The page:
Eicosapentaenoic acid promotes thermogenic and fatty acid storage capacity in mouse subcutaneous adipocytes

Ming Zhao, Xiaoli Chen

Research output: Contribution to journalArticlepeer-review

41 Scopus citations

Abstract

In this study, we determined if eicosapentaenoic acid (EPA) promotes beneficial metabolic activities of subcutaneous adipocytes. Stromal-vascular (SV) cells were isolated from inguinal adipose tissue of C57BL/6 mice and induced to differentiate into adipocytes. EPA effect on thermogenic and mitochondrial gene expression and oxidative metabolism were assessed in inguinal adipocytes. When added to SV cell cultures during 8 day differentiation, EPA significantly increased the expression of thermogenic genes UCP1-3, CIDEA and VEGFα. Moreover, EPA increased mitochondrial DNA content and the expression of genes involved in mitochondrial biogenesis including PGC1α, Nrf1 and COXiv. However, this effect was not perceived when EPA was added to mature inguinal adipocytes for 24 h, suggesting that EPA exerts its browning effect via recruiting brite adipocytes. Consistently, long-term EPA treatment also upregulated AMPKα phosphorylation and CPT1 expression and increased glucose uptake and GLUT4 mRNA expression, suggesting improved mitochondrial oxidation. Additionally, EPA-treated adipocytes had enlarged lipid droplets and increased expression of triglyceride synthesis genes GPAT1 and GPAT3, while significantly decreased glycerol release and down-regulation of HSL and ATGL gene expression. We conclude that EPA enhances energy dissipation capacity by recruiting brite adipocytes to stimulate oxidative metabolism and reduces fatty acid release by facilitating fatty acid storage in subcutaneous adipocytes.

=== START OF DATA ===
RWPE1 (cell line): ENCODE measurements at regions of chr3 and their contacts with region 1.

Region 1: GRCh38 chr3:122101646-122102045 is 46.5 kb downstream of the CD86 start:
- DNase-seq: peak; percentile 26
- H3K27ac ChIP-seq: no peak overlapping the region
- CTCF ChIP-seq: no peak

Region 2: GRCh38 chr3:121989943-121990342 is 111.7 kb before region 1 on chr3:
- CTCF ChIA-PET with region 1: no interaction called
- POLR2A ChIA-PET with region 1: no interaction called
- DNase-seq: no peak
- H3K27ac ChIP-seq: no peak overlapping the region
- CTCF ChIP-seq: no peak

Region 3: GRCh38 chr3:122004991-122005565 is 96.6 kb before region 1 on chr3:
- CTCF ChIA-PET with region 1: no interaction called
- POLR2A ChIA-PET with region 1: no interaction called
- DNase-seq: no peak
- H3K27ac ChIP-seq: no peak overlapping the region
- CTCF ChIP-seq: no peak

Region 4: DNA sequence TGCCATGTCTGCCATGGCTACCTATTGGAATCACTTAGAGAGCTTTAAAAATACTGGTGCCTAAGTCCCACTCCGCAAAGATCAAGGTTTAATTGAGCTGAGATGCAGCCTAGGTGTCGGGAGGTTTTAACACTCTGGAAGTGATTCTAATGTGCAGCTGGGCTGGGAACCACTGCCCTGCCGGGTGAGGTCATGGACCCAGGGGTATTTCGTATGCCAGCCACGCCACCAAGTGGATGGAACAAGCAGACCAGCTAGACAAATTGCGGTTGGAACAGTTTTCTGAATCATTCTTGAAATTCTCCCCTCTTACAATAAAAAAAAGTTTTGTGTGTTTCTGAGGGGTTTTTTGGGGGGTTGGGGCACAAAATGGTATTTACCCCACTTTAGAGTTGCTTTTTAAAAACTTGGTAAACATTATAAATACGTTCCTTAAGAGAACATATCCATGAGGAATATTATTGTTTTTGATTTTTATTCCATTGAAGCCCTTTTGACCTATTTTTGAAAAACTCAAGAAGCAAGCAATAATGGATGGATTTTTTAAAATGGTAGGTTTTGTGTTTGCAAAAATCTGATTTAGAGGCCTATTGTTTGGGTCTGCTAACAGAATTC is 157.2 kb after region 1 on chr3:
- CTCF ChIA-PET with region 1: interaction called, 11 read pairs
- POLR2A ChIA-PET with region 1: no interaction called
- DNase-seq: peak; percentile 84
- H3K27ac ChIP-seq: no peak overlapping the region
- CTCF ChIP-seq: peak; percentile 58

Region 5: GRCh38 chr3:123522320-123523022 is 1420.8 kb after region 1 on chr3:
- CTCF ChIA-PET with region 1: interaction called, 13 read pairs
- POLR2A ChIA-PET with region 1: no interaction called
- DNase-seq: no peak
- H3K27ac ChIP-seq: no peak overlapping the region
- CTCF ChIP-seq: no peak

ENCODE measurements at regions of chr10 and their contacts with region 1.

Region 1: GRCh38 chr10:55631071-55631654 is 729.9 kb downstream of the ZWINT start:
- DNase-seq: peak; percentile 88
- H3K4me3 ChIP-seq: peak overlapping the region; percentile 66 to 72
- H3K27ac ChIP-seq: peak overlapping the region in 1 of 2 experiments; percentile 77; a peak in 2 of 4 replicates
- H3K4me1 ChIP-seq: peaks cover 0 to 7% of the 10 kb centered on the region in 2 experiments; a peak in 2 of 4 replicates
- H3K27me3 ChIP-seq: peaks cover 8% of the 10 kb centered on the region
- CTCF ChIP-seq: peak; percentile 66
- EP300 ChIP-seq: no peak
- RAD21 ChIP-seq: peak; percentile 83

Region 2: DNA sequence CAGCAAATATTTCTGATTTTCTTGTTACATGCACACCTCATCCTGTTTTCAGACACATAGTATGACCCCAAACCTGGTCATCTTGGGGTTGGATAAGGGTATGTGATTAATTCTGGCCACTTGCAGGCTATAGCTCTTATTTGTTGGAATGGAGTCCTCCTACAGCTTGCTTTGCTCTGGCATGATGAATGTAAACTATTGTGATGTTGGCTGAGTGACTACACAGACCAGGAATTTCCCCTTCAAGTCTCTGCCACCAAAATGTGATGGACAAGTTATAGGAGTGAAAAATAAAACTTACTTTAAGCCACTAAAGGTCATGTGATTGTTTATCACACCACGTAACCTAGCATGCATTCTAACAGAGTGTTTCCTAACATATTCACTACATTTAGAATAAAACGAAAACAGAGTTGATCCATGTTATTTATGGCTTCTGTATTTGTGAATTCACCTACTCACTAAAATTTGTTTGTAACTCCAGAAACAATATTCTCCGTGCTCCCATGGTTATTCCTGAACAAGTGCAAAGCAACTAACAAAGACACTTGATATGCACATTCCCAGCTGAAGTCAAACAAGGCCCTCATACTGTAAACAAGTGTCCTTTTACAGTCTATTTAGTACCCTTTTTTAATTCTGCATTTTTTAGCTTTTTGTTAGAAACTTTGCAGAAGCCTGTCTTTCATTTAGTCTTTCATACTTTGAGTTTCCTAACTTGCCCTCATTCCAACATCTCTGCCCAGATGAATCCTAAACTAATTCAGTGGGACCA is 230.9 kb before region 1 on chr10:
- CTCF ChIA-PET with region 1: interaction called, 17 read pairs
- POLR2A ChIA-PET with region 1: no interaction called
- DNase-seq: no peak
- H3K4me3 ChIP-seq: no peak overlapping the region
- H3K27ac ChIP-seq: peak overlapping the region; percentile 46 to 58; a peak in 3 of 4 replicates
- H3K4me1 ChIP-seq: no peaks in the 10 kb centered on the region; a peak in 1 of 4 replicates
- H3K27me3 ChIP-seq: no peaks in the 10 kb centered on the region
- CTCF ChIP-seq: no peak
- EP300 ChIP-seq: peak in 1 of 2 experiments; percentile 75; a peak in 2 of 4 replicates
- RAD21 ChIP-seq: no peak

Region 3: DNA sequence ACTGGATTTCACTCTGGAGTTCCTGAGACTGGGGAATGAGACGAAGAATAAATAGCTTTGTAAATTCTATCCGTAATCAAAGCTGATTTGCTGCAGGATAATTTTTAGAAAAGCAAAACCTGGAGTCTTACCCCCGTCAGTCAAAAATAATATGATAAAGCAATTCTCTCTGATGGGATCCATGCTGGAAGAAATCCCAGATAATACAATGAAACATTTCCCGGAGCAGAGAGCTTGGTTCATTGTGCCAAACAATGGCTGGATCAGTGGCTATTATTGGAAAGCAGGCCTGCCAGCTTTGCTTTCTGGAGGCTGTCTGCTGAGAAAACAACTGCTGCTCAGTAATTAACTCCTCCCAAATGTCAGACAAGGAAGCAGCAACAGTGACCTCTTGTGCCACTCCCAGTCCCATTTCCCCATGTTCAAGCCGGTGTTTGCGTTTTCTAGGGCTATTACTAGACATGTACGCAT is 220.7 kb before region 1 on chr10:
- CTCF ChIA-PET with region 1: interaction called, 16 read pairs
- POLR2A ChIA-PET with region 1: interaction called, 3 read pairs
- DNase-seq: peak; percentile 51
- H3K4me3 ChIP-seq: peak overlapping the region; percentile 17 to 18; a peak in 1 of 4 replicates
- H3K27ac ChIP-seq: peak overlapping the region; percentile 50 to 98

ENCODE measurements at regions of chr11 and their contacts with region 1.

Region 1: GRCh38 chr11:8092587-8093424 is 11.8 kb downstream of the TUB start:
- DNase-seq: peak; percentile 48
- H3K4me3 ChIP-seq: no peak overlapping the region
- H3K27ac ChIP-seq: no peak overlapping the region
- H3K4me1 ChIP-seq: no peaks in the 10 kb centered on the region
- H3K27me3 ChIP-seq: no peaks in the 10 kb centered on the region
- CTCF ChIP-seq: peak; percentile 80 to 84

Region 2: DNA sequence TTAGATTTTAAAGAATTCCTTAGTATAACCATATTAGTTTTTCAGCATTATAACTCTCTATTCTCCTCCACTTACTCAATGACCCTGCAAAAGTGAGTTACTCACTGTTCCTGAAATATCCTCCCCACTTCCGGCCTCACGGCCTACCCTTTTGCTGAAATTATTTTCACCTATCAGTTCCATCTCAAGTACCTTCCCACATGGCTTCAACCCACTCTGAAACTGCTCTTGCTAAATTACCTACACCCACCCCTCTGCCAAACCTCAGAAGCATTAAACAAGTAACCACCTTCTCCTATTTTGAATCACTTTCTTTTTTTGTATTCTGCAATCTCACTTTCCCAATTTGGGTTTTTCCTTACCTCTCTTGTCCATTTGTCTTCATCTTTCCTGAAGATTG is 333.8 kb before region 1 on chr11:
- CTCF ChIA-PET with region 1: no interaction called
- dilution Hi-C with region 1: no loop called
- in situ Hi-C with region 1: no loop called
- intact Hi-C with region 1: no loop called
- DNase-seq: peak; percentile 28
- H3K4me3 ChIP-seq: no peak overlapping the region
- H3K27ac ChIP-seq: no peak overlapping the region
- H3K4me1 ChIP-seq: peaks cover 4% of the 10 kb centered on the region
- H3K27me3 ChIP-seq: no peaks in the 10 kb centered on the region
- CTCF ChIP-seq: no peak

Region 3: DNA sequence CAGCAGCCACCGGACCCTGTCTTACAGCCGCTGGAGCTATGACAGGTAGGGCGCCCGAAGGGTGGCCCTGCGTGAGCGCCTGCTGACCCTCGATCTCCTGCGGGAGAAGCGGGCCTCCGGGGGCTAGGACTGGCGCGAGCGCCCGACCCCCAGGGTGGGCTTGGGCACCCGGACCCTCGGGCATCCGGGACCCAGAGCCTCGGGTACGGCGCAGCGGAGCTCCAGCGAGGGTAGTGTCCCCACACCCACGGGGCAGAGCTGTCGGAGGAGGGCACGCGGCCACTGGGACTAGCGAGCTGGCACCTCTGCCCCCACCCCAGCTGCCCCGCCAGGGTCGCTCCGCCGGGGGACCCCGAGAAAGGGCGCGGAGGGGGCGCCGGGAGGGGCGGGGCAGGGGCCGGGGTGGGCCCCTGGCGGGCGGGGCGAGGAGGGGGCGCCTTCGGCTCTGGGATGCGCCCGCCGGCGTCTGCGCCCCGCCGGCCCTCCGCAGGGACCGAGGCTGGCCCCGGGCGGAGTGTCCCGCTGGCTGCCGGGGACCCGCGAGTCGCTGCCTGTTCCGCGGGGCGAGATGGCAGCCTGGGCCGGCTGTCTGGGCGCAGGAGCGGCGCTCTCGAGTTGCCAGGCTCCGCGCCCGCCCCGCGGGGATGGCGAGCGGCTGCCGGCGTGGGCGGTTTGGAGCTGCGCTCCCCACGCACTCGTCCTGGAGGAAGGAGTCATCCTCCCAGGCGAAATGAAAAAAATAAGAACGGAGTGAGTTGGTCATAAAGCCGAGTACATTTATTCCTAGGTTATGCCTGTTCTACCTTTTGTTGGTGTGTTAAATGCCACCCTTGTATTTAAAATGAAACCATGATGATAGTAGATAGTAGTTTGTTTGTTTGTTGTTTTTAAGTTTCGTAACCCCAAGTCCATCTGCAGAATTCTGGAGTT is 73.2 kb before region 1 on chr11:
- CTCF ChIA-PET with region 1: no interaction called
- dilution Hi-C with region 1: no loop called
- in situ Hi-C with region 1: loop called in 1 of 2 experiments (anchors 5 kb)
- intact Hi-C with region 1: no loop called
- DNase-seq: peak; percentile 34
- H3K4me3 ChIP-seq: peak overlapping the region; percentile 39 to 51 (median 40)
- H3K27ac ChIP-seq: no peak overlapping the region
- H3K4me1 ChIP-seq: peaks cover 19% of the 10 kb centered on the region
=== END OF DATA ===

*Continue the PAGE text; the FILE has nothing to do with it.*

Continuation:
Original languageEnglish (US)
Pages (from-to)1446-1451
Number of pages6
JournalBiochemical and Biophysical Research Communications
Volume450
Issue number4
DOIs
StatePublished - Aug 8 2014

Bibliographical note

Funding Information:
This research was supported by General Mills Foundation and NIDDK -funded Minnesota Obesity Center ( P30DK050456 ).

Keywords

  • Eicosapentaenoic acid
  • Lipid storage
  • Mitochondrial function
  • Subcutaneous adipocyte
  • Thermogenesis

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